Recycling errors ‘cost Liverpool taxpayers almost £1m’ - the 10 most common mistakes

More than 9,900 tonnes of waste collected by Liverpool City Council were rejected for recycling.
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Liverpool taxpayers had to shell out almost £1 million to deal with waste wrongly placed in recycling bins last year, figures suggest.

Department for Environment, Food and Rural Affairs (Defra) data shows 9,946 tonnes of waste collected by Liverpool City Council were rejected at the point of sorting in the year to March.

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That’s more than the 8,231 tonnes rejected the previous year and the largest volume since records began in 2014-15.

The Local Government Association (LGA) is calling for labelling on packaging to be made clearer, to avoid recyclable waste getting mixed-up with non-recyclable items – an issue estimated to have cost English councils around £60 million last year.

Facts and figures

Plastic bottles packed for recycling. Picture: Habibur RahmanPlastic bottles packed for recycling. Picture: Habibur Rahman
Plastic bottles packed for recycling. Picture: Habibur Rahman

Recycling charity Wrap, which works with governments and companies on sustainability, estimates that waste disposed of as recycling, which is then found not to be recyclable, costs councils around £93 per tonne to dispose of.

It would mean rejected waste cost taxpayers in Liverpool an estimated £924,978 in 2020-21 alone.

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Overall, the authority collected 208,453 tonnes of waste, up from 179,791 the year before.

What’s been said

David Renard, environment spokesman for the LGA, which represents councils, pointed the finger at manufacturers who produce non-recyclable plastic packaging, which is then put in the recycling bin by people “in good faith”.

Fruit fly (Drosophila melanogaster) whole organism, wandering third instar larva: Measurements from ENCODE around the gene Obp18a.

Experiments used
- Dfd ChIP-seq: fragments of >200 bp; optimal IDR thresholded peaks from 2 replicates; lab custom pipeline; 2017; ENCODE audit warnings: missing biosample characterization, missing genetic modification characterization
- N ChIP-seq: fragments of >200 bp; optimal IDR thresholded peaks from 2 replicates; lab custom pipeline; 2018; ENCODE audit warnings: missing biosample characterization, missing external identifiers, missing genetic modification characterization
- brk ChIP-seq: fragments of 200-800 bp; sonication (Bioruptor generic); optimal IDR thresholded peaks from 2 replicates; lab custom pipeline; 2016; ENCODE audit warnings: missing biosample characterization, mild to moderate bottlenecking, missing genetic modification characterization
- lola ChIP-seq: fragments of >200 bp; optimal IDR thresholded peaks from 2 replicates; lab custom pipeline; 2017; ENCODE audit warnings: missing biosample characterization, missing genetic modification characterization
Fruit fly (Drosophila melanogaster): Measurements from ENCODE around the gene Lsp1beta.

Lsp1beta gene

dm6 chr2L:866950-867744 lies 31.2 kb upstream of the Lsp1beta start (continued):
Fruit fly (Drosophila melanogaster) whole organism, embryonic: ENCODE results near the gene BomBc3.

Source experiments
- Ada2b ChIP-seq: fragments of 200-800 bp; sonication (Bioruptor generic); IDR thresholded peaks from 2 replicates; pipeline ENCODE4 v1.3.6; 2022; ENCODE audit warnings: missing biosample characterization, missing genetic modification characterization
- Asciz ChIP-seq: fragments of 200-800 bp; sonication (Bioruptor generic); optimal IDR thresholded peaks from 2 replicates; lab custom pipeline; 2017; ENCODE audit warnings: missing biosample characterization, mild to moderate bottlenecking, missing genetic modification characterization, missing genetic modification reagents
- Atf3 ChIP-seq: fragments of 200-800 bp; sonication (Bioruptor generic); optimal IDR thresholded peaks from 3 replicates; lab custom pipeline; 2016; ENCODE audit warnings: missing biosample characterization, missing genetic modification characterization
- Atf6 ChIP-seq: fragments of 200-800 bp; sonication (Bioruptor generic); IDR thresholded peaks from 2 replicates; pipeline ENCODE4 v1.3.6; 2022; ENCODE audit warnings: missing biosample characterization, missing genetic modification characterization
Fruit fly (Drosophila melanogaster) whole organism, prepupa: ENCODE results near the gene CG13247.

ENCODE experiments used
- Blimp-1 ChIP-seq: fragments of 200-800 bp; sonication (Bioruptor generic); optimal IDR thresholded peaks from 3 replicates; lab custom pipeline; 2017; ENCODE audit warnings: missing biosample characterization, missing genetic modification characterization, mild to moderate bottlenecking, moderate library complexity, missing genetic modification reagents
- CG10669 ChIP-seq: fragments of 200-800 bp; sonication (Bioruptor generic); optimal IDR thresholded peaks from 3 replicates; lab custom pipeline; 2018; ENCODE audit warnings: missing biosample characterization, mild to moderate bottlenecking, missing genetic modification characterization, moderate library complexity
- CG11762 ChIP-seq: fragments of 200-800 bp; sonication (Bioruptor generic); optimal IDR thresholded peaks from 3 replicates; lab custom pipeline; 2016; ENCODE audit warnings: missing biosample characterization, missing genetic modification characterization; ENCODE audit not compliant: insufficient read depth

He said: “The burden then falls on councils to not only collect it and dispose of it, but to pay the extra cost of disposing of it.

“At a time when councils are working towards achieving net zero, they are doing so with one hand tied behind their back, courtesy of manufacturers who are littering our communities with plastic they know cannot be disposed of sustainably.”

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Across England, 647,000 tonnes of recycling were rejected in the year to March, up from 525,000 tonnes the year before and the largest amount since records began in 2006-07.

Recycling mistakes in Liverpool

Liverpool’s kerbside recycling collection service accepts paper, cardboard, glass jars, glass bottles, plastic bottles, drinks cans and food tins.

But there are still a number of things that residents mistakenly throw into their recycling bins at home.

Here are the most common blunders in Merseyside:

Proposed changes to recycling

Defra said a consultation had taken place on a proposal to force producers to label their packaging clearly, so that people would know if items are recyclable or not.

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A spokeswoman said: “We want to make recycling easier and ensure there is a comprehensive, consistent service across England.

“Our landmark Environment Act will transform the way we deal with rubbish.”

The act states food and garden waste should always be collected separately from dry recycling and residual waste.

“It means recyclable materials will have to be collected separately, while separate food waste collection will also help reduce contamination,” she added.

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